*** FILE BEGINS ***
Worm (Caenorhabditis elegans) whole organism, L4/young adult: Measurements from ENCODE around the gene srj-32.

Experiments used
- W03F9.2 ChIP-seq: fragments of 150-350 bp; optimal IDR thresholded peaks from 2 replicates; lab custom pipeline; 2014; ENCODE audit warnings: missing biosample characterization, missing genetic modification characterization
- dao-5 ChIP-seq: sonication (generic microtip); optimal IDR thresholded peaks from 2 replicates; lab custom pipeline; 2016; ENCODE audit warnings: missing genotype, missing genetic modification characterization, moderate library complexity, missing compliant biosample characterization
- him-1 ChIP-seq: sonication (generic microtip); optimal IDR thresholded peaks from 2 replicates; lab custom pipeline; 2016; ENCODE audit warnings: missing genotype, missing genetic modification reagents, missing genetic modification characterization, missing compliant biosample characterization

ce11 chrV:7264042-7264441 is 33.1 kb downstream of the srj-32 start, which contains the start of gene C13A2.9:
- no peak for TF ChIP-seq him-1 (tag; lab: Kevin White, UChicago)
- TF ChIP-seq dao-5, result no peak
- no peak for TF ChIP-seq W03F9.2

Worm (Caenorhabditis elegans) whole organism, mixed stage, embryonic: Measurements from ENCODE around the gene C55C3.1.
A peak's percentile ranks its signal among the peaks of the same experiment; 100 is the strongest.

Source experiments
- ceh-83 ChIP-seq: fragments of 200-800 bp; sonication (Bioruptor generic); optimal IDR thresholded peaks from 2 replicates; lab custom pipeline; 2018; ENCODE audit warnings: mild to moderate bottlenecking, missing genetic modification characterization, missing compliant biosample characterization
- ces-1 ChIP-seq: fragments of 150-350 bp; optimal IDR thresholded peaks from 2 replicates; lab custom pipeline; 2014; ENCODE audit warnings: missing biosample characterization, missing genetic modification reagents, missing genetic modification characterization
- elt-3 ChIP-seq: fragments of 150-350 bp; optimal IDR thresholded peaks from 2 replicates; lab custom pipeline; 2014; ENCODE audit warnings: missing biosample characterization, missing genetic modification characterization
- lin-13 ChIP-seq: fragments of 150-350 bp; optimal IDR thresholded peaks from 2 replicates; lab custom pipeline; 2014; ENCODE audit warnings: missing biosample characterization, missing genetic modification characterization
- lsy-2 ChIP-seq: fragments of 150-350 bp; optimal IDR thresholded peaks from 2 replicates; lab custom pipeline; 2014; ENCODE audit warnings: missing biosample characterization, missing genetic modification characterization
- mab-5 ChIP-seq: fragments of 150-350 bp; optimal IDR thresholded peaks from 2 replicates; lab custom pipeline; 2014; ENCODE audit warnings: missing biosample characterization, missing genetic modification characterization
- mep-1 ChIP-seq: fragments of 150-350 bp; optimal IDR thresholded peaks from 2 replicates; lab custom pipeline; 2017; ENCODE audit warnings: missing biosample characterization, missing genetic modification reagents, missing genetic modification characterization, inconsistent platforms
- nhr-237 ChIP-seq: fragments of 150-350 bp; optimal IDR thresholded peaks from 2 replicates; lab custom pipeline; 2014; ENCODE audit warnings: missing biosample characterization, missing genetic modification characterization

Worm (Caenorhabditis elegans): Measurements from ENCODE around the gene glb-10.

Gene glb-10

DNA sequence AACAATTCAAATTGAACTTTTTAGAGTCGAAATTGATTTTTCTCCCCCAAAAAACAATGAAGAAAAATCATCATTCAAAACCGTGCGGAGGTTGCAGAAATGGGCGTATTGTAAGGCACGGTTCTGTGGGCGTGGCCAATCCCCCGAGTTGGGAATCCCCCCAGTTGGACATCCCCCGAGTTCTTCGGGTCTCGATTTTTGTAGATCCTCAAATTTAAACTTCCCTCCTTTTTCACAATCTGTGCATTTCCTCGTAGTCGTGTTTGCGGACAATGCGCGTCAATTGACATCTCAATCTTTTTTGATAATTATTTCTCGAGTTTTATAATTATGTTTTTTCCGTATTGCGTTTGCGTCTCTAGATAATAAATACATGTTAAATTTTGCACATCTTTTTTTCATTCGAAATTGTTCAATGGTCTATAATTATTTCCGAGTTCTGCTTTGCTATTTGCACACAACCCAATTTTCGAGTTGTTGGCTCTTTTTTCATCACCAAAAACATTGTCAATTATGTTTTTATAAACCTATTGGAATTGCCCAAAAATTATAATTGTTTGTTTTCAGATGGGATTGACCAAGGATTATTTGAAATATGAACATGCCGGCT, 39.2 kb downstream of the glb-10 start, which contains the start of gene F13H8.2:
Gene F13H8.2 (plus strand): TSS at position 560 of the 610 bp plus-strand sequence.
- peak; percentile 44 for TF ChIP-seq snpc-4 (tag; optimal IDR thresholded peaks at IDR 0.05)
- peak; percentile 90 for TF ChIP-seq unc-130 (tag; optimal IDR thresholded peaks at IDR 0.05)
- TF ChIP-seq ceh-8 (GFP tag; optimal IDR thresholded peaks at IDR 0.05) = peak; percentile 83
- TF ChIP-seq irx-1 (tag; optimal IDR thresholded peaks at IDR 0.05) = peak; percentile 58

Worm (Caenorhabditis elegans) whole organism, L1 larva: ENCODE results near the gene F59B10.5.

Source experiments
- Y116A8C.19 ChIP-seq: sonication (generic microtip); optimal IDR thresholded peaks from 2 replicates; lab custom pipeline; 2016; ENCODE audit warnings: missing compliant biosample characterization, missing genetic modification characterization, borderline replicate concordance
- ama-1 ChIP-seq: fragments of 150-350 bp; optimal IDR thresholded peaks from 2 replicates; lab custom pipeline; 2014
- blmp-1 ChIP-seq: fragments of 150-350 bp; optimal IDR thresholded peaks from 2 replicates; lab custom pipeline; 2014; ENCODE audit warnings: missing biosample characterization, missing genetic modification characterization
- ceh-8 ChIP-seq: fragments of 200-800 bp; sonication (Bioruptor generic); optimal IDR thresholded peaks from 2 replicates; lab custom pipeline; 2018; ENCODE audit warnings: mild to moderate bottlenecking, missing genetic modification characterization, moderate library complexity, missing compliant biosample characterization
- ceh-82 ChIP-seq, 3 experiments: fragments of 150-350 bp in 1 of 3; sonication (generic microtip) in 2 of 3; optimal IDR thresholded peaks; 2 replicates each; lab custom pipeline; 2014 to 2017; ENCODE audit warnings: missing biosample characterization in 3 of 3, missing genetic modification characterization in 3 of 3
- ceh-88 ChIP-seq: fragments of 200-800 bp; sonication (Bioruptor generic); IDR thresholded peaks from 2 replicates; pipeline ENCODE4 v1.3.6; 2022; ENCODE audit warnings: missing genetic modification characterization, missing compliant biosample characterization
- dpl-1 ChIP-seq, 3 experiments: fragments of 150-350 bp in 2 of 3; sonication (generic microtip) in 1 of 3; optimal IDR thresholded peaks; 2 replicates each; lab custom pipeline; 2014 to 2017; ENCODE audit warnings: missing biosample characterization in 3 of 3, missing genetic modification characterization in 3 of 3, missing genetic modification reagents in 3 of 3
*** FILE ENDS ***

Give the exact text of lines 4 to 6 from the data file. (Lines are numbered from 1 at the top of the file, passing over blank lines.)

- dao-5 ChIP-seq: sonication (generic microtip); optimal IDR thresholded peaks from 2 replicates; lab custom pipeline; 2016; ENCODE audit warnings: missing genotype, missing genetic modification characterization, moderate library complexity, missing compliant biosample characterization
- him-1 ChIP-seq: sonication (generic microtip); optimal IDR thresholded peaks from 2 replicates; lab custom pipeline; 2016; ENCODE audit warnings: missing genotype, missing genetic modification reagents, missing genetic modification characterization, missing compliant biosample characterization

ce11 chrV:7264042-7264441 is 33.1 kb downstream of the srj-32 start, which contains the start of gene C13A2.9: